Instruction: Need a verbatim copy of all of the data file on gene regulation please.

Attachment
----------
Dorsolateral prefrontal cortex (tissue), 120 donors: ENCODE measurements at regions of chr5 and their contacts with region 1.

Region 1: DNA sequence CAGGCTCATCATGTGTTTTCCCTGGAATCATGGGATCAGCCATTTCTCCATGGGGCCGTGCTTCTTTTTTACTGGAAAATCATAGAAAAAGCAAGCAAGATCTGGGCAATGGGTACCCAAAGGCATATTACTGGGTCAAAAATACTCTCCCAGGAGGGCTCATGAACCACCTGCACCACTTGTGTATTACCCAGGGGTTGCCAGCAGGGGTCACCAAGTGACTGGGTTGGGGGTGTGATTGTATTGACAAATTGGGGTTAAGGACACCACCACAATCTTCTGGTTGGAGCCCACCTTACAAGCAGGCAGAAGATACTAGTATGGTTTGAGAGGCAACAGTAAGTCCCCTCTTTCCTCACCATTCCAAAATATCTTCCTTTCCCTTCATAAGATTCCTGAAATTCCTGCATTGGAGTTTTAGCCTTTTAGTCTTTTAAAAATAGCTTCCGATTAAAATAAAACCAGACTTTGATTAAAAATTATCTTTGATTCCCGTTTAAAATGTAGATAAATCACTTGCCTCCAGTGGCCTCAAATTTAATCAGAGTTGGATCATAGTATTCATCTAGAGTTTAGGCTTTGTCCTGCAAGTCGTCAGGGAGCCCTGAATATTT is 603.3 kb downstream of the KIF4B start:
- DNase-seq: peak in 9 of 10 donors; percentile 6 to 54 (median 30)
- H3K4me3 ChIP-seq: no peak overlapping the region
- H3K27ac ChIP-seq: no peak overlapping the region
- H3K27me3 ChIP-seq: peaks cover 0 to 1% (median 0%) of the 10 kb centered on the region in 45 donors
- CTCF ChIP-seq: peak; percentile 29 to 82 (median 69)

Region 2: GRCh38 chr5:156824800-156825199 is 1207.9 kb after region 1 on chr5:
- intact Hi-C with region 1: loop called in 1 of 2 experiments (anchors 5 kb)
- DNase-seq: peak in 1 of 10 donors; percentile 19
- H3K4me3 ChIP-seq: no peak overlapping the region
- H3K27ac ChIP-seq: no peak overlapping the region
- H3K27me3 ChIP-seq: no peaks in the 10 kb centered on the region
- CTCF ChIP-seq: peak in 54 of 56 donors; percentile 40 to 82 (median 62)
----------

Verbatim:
Dorsolateral prefrontal cortex (tissue), 120 donors: ENCODE measurements at regions of chr5 and their contacts with region 1.

Region 1: DNA sequence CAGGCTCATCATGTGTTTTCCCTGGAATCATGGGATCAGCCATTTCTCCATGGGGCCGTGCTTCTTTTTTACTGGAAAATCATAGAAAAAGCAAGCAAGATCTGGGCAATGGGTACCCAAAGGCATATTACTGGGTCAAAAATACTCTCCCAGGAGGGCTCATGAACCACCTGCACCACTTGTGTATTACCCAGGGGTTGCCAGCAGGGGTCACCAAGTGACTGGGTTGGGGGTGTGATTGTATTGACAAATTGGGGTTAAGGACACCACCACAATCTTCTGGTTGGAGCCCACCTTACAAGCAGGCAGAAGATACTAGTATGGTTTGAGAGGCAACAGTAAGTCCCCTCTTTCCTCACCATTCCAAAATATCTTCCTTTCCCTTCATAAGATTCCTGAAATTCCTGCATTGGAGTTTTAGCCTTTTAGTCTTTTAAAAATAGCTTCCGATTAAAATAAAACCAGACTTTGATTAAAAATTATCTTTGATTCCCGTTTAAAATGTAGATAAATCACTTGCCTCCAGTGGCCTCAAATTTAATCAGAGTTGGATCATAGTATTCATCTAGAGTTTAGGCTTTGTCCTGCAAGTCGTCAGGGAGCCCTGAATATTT is 603.3 kb downstream of the KIF4B start:
- DNase-seq: peak in 9 of 10 donors; percentile 6 to 54 (median 30)
- H3K4me3 ChIP-seq: no peak overlapping the region
- H3K27ac ChIP-seq: no peak overlapping the region
- H3K27me3 ChIP-seq: peaks cover 0 to 1% (median 0%) of the 10 kb centered on the region in 45 donors
- CTCF ChIP-seq: peak; percentile 29 to 82 (median 69)

Region 2: GRCh38 chr5:156824800-156825199 is 1207.9 kb after region 1 on chr5:
- intact Hi-C with region 1: loop called in 1 of 2 experiments (anchors 5 kb)
- DNase-seq: peak in 1 of 10 donors; percentile 19
- H3K4me3 ChIP-seq: no peak overlapping the region
- H3K27ac ChIP-seq: no peak overlapping the region
- H3K27me3 ChIP-seq: no peaks in the 10 kb centered on the region
- CTCF ChIP-seq: peak in 54 of 56 donors; percentile 40 to 82 (median 62)